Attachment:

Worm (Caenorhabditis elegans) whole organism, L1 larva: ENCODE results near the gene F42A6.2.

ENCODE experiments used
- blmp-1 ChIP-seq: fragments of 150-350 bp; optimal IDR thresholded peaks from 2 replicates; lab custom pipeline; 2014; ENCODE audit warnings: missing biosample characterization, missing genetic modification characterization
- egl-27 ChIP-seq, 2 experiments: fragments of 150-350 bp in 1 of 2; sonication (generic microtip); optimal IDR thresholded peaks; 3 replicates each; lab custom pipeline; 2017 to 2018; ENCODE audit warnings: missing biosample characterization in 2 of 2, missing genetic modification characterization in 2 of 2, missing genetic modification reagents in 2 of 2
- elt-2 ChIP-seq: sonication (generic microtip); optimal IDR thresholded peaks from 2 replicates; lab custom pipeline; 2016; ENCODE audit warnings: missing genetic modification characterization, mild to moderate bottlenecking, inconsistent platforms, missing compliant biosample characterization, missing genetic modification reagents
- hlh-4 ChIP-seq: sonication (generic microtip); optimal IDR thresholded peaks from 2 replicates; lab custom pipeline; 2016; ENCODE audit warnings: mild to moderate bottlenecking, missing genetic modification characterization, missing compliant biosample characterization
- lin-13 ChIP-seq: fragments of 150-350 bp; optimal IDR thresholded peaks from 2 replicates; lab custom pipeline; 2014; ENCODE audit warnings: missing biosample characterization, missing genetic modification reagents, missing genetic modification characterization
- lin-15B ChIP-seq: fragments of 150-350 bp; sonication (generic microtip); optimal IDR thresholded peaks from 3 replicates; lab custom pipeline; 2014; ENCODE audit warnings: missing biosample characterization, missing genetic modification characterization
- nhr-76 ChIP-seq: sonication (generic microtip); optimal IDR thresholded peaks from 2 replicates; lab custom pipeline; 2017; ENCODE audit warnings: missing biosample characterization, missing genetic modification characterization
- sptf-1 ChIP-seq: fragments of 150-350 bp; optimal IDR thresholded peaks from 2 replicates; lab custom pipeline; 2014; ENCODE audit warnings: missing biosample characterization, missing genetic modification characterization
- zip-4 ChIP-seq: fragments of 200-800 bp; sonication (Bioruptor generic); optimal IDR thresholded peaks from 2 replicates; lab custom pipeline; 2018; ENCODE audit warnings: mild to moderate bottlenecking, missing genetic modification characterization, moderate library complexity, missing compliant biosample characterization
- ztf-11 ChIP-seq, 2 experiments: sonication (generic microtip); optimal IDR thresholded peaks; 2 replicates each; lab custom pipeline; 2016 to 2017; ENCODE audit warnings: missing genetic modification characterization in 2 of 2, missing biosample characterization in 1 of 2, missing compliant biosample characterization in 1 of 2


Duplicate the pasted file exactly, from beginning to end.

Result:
Worm (Caenorhabditis elegans) whole organism, L1 larva: ENCODE results near the gene F42A6.2.

ENCODE experiments used
- blmp-1 ChIP-seq: fragments of 150-350 bp; optimal IDR thresholded peaks from 2 replicates; lab custom pipeline; 2014; ENCODE audit warnings: missing biosample characterization, missing genetic modification characterization
- egl-27 ChIP-seq, 2 experiments: fragments of 150-350 bp in 1 of 2; sonication (generic microtip); optimal IDR thresholded peaks; 3 replicates each; lab custom pipeline; 2017 to 2018; ENCODE audit warnings: missing biosample characterization in 2 of 2, missing genetic modification characterization in 2 of 2, missing genetic modification reagents in 2 of 2
- elt-2 ChIP-seq: sonication (generic microtip); optimal IDR thresholded peaks from 2 replicates; lab custom pipeline; 2016; ENCODE audit warnings: missing genetic modification characterization, mild to moderate bottlenecking, inconsistent platforms, missing compliant biosample characterization, missing genetic modification reagents
- hlh-4 ChIP-seq: sonication (generic microtip); optimal IDR thresholded peaks from 2 replicates; lab custom pipeline; 2016; ENCODE audit warnings: mild to moderate bottlenecking, missing genetic modification characterization, missing compliant biosample characterization
- lin-13 ChIP-seq: fragments of 150-350 bp; optimal IDR thresholded peaks from 2 replicates; lab custom pipeline; 2014; ENCODE audit warnings: missing biosample characterization, missing genetic modification reagents, missing genetic modification characterization
- lin-15B ChIP-seq: fragments of 150-350 bp; sonication (generic microtip); optimal IDR thresholded peaks from 3 replicates; lab custom pipeline; 2014; ENCODE audit warnings: missing biosample characterization, missing genetic modification characterization
- nhr-76 ChIP-seq: sonication (generic microtip); optimal IDR thresholded peaks from 2 replicates; lab custom pipeline; 2017; ENCODE audit warnings: missing biosample characterization, missing genetic modification characterization
- sptf-1 ChIP-seq: fragments of 150-350 bp; optimal IDR thresholded peaks from 2 replicates; lab custom pipeline; 2014; ENCODE audit warnings: missing biosample characterization, missing genetic modification characterization
- zip-4 ChIP-seq: fragments of 200-800 bp; sonication (Bioruptor generic); optimal IDR thresholded peaks from 2 replicates; lab custom pipeline; 2018; ENCODE audit warnings: mild to moderate bottlenecking, missing genetic modification characterization, moderate library complexity, missing compliant biosample characterization
- ztf-11 ChIP-seq, 2 experiments: sonication (generic microtip); optimal IDR thresholded peaks; 2 replicates each; lab custom pipeline; 2016 to 2017; ENCODE audit warnings: missing genetic modification characterization in 2 of 2, missing biosample characterization in 1 of 2, missing compliant biosample characterization in 1 of 2